Matthew was allegedly an apostle thus an eyewitness of Jesus, yet under the theory that Mark was the earliest gospel and that Matthew copied text from Mark, Matthew also copied the Markan text that allegedly described Matthew’s own calling!
    Mark 2:13-17, Matthew 9:9-13

    Most people blindly assume Levi = Matthew, but even this is questionable. Mark 2:14, Luke 5:27. One Jew bearing two first Semitic names in the first century is not probable.

    Any scholar knows of the unforgiving headache awaiting those who would try to figure out what Papias meant and didn’t mean when he said Matthew authored a Hebrew gospel, and the majority position on this important evidence for traditional authorship being to reject it as creating more questions than answers.

    The more effort one puts into rehabilitating Papias so as to make him appear more credibile, the more they raise justifiable doubt about the gospels. Papias preserved a tradition about Jesus teaching that grapes would one day talk to people. The closer Papias is to apostle John, the worse for everybody. But the further away Papias is from John (as Eusebius and most scholars hold) the less credible he is for asserting who authored the gospels.

    Mike Licona became infamous among conservative evangelicals for his view that the zombie resurrection of Matthew 27:52-53 was Matthew’s choice to insert material that was not intended to describe literal history. If Licona is correct, Matthew’s failure to provide a contextual signal to show where he moved from historical to apocryphal slightly impeaches his credibility and opens the question of whether some other parts of Matthew’s historical-sounding account were non-historical.

    Jerome said Greek Matthew was created by an anonymous person, and if that is true, we don’t have a clue as to how liberal or free the translation was, but we certainly know about Origen’s famous sighs due to copyists constantly changing things and adding things to clear up what they perceived to be shortcomings in Matthew’s gospel.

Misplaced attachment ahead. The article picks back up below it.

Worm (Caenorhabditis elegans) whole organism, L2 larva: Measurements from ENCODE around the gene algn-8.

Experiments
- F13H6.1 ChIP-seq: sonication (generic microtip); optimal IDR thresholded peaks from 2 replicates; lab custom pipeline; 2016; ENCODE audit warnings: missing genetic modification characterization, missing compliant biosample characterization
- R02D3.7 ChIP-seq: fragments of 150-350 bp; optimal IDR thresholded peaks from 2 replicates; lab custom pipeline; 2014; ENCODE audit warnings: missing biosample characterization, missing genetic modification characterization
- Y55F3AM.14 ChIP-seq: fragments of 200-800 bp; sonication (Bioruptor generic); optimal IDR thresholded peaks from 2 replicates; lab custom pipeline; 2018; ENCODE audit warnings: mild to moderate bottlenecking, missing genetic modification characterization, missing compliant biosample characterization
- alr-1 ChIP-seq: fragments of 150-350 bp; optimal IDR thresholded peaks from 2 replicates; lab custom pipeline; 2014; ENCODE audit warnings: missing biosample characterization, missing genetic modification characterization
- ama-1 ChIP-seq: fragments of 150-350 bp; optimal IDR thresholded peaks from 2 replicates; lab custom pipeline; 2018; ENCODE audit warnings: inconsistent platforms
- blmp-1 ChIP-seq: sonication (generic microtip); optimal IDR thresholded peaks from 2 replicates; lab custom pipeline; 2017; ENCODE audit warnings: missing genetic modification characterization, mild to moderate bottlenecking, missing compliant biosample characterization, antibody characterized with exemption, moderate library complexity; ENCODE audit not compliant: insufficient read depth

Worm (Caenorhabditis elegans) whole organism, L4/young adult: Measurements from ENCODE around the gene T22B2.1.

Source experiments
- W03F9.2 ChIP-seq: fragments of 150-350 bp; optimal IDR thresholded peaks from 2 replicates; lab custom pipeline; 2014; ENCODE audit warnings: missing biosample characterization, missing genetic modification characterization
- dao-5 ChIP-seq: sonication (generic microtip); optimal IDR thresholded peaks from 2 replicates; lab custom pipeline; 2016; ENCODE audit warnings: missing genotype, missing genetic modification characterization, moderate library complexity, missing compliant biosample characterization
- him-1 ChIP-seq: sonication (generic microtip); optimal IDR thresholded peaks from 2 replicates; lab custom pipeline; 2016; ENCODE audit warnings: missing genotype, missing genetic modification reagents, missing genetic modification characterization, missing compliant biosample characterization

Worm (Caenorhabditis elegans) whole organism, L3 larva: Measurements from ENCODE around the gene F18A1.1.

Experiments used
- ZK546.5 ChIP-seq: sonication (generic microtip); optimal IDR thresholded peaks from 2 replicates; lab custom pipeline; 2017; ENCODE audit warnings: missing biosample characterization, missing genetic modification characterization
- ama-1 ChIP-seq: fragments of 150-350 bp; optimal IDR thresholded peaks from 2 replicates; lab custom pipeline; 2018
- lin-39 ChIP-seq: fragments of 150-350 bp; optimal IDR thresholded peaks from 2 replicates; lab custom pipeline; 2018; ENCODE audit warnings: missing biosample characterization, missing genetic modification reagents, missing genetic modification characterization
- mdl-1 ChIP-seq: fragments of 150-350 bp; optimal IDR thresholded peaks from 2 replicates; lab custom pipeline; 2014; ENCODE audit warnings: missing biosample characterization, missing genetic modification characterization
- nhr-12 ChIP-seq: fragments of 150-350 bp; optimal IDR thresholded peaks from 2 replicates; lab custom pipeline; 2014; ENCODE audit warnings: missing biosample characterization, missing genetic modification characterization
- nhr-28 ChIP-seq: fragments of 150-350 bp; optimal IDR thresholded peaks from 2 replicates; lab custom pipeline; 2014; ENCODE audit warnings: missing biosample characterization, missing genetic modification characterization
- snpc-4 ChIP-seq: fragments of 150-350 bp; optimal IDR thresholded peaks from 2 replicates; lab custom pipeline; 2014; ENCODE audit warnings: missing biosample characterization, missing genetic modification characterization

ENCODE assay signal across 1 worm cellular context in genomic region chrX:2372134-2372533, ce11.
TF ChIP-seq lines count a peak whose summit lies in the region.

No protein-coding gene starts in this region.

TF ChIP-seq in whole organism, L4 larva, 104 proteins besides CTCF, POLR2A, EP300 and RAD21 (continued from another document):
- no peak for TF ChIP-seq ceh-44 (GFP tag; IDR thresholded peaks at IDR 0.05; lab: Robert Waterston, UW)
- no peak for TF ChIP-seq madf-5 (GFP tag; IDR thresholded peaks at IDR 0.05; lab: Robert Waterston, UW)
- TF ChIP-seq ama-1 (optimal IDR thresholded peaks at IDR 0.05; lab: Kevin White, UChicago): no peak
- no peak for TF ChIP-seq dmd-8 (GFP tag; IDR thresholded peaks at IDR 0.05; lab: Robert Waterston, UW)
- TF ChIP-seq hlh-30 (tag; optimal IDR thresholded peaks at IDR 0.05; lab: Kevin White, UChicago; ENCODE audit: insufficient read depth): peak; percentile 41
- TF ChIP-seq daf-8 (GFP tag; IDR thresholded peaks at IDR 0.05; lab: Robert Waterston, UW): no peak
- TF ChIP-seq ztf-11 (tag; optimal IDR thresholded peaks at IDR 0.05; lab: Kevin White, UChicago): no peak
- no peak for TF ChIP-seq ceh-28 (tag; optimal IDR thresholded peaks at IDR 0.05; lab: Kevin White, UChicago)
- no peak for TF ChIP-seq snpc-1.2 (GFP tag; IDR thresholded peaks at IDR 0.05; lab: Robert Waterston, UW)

Mark’s choice to characterize the baptism of Jesus as the beginning of the gospel (Mark 1:1) puts him in diametric opposition to Matthew and Luke, who clearly think the gospel ‘begins’ 30 years earlier with the virgin conception of Jesus.
    And the majority position that Mark ends at 16:8 requires that Mark’s original ending did not reference any identifiable resurrection eyewitnesses, rationally justifying those who say Mark, the earliest gospel, ending at 16:8, is the more primitive and simple account, thus, the far more detailed form of the story given in Matthew, Luke and John fits well the typical pattern of the later version of the story being the more embellished form of it.

    Eusebius said, that Clement said, John knew about the other 3 gospels, noted their “external fact” nature, and decided to instead write his own “spiritual” gospel, which in context is a style contrasted with “external facts”, and perfectly explains the problem of the Syoptics, composed earlier, inexplicably never quoting the high Christological sayings of Jesus now found only in John. He was more concerned with theology and less with history.

    Licona also infamously says John’s placing the crucifixion at shortly after 12 noon, while Mark says it occurred at 9 in the morning, is a simple case of John “artistically adapting” for purely theological reasons. In other words, one of the most prominent resurrection apologists today is admitting the gospel authors had no qualms presenting non-history in their gospels with no contextual clues whatsoever that it was actually non-historical “artistic adaptation”. Can reasonable people reasonably disagree on whether Licona has rung a bell that sounds very appealing to skeptics?

    Reply